Why Is New York Still Paying Eric Garner’s Killer Six Figures?
Daniel Pantaleo remains with the NYPD four years after Garner's death.
July marked the fourth anniversary of Eric Garner’s death. The city of New York is still paying NYPD officer Daniel Pantaleo—the man who put Eric Garner in a chokehold—six figures. The NYPD Patrol Guide prohibits chokeholds and states “excessive force will not be tolerated. [Officers] who use excessive force will be subject to Department discipline, up to and including dismissal.” Pantaleo’s employment isn’t completely surprising: In March, BuzzFeed published an investigation that showed over 300 NYPD officers who committed fireable offenses, including excessive force, were not fired.
Mayor Bill de Blasio claims that he has been waiting for the Department of Justice (DOJ), at their request, to finish their investigation into whether the DOJ will file criminal civil rights charges against Pantaleo. Ultimately, it’s the NYPD commissioner’s decision to discipline or fire officers—and the commissioner works for the mayor. On July 16, 2018, the NYPD released a letter sent from its legal department to the DOJ, saying that the police department would proceed with disciplinary hearings if they did not hear from the government by the end of August. But in a statement sent to news outlets, the DOJ said it had given the city the green light to move forward on disciplinary charges back in the spring.
In a recent press conference with the mayor, police Commissioner James O’Neill said Lawrence Byrne, who was a deputy commissioner until the end of last month, “was not informed of that. This is something that we’ve been following very closely obviously for years. He’s had many discussions with DOJ and never at any point prior to a couple of weeks [ago] did they say it was OK to move forward.” On July 20, the Civilian Complaint Review Board, the city’s police oversight agency that can investigate NYPD misconduct claims, filed disciplinary charges against Pantaleo and will prosecute the case in a departmental trial.
For Eric Garner’s family, the letter (signed by Byrne) was nothing more than a political spectacle. “[The NYPD] letter and the Justice Department response shows that the excuse that de Blasio and the NYPD have been using for not holding officers accountable is just that: a political excuse,” Gwen Carr, Garner’s mother, said in a statement released the next day. “In fact, DOJ’s response makes very clear that there is nothing stopping the NYPD from acting immediately to discipline officers and there’s no reason to wait until September, like NYPD’s letter laid out.” On July 25, Carr confronted de Blasio at a town hall in Staten Island and accused the de Blasio administration of blocking accountability and playing political games; she also asked him to discipline all the NYPD officers who were at the scene. Mayor de Blasio responded: “I respect the NYPD’s internal disciplinary process. There is due process; it is immediately beginning, we made that very clear.” He added that only two officers will face discipline: Pantaleo and Sgt. Kizzy Adonis.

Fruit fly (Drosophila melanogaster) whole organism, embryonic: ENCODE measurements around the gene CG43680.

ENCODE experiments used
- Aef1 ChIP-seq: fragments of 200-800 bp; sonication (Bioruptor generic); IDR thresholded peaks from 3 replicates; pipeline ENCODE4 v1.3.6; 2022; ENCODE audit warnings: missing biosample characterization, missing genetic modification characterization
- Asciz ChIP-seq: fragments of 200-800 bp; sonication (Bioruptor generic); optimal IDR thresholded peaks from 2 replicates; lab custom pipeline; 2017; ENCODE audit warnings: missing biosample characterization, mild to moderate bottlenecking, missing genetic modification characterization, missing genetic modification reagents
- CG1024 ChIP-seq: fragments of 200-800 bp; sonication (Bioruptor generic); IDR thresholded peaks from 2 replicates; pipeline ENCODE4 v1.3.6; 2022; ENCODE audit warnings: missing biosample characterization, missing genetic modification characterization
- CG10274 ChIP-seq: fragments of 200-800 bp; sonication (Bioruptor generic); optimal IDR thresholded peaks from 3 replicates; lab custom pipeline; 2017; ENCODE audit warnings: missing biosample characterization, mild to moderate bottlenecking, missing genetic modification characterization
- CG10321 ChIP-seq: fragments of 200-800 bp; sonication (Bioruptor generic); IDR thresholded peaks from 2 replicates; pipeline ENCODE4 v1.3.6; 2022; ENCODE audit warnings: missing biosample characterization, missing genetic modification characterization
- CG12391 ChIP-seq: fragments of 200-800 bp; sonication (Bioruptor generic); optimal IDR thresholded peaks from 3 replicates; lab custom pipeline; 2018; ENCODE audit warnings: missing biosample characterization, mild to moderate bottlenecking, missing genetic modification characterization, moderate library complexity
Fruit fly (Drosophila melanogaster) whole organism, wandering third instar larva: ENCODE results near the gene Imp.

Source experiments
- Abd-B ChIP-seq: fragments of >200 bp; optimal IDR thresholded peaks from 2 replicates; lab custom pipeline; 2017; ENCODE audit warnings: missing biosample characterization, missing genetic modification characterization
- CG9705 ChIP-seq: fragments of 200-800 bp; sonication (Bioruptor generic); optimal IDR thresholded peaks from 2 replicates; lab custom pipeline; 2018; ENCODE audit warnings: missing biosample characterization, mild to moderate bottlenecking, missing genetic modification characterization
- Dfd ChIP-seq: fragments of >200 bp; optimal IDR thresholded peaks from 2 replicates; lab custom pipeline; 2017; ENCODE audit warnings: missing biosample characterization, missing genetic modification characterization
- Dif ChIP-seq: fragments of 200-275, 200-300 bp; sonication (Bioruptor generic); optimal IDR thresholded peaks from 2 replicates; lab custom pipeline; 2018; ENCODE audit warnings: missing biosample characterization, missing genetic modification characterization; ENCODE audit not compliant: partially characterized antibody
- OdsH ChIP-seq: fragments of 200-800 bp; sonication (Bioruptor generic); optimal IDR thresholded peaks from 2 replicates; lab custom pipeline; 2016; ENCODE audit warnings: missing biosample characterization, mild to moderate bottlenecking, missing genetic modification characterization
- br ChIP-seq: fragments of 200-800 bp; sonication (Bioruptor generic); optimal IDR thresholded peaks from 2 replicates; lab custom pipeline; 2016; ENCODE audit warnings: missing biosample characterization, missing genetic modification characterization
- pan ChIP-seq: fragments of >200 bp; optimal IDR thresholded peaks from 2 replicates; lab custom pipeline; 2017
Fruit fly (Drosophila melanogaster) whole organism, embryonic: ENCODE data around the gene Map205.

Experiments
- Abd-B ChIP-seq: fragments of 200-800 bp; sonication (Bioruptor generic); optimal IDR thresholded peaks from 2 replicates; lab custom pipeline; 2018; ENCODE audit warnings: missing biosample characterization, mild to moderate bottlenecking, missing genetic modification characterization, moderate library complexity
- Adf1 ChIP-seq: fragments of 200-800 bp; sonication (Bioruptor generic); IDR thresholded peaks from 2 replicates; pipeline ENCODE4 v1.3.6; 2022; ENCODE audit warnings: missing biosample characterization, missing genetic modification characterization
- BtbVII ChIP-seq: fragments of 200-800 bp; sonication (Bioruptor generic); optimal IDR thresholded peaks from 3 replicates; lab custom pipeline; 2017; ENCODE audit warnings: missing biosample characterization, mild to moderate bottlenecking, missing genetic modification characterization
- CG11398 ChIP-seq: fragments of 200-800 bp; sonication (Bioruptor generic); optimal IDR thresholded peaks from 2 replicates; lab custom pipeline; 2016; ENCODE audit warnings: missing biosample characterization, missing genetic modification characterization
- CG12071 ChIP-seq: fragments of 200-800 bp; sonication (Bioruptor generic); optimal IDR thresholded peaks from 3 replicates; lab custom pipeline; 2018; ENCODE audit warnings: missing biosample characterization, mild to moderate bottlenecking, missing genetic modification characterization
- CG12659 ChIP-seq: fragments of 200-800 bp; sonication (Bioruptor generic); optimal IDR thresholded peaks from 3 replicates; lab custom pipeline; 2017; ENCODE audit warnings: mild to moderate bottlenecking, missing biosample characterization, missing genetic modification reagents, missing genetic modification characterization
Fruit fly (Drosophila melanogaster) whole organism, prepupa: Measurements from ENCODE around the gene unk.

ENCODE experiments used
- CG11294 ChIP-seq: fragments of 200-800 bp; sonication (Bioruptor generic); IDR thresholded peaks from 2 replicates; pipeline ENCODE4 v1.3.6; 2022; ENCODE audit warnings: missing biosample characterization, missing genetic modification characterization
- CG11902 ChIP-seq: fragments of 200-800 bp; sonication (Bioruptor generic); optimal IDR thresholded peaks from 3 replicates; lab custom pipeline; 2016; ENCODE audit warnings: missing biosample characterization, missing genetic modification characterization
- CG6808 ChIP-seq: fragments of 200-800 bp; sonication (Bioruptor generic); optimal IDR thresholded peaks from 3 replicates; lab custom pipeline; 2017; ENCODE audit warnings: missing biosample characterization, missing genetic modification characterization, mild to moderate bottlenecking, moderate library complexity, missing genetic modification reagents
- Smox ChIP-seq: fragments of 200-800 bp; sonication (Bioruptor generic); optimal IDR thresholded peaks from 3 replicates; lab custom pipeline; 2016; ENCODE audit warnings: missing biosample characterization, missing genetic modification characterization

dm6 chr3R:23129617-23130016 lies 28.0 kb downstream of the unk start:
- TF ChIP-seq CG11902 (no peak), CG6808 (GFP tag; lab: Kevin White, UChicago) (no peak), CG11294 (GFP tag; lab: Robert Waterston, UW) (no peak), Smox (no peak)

Jennifer Laurin, a law professor at University of Texas who studies civil rights litigation, said the DOJ might have asked the NYPD to delay the disciplinary hearings for legal reasons. Specifically, the DOJ most likely doesn’t want any previous witness statements to contradict their own (since that can result in witnesses being impeached). But Laurin noted: “The DOJ can’t compel the NYPD to not do an internal investigation,” and added that, “the time that the NYPD has now waited to conduct its own investigation obviously, itself, can complicate that investigation,” because the police may no longer be able to track down witnesses.
For police brutality activists and Eric Garner’s family members, four years is way too long for de Blasio to wait when he has the power to fire Daniel Pantaleo. And Pantaleo’s future disciplinary hearing does not absolve de Blasio of failing to hold all the officers at the scene accountable.
“Here’s the reality: in the past four years, Mayor de Blasio and the NYPD could have acted at any time to deliver real accountability for Eric Garner’s killing by firing the officers who murdered him, failed to provide aid or intervene, tried to cover it up, and engaged in related misconduct,” Loyda Colon, co-director of Justice Committee and a spokesperson for Communities United for Police Reform, told The Appeal in an email. “But Mayor de Blasio and the NYPD have played games and used delay tactics every step of the way.” Colon called on de Blasio to stop the “blatant cover-up,” make Pantaleo and Adonis face disciplinary charges and then fire them immediately, and release the names of all the officers involved in Garner’s death.
“Mayor de Blasio has not lived up to his campaign promises of reforming the NYPD and making it more transparent and accountable to impacted communities,” Colon said. “Make no mistake: If he doesn’t make this right fast, his mayoral legacy will be tainted by his failure to hold police accountable, and the fact that a major NYPD cover-up of police misconduct in the killing of Garner happened on his watch.”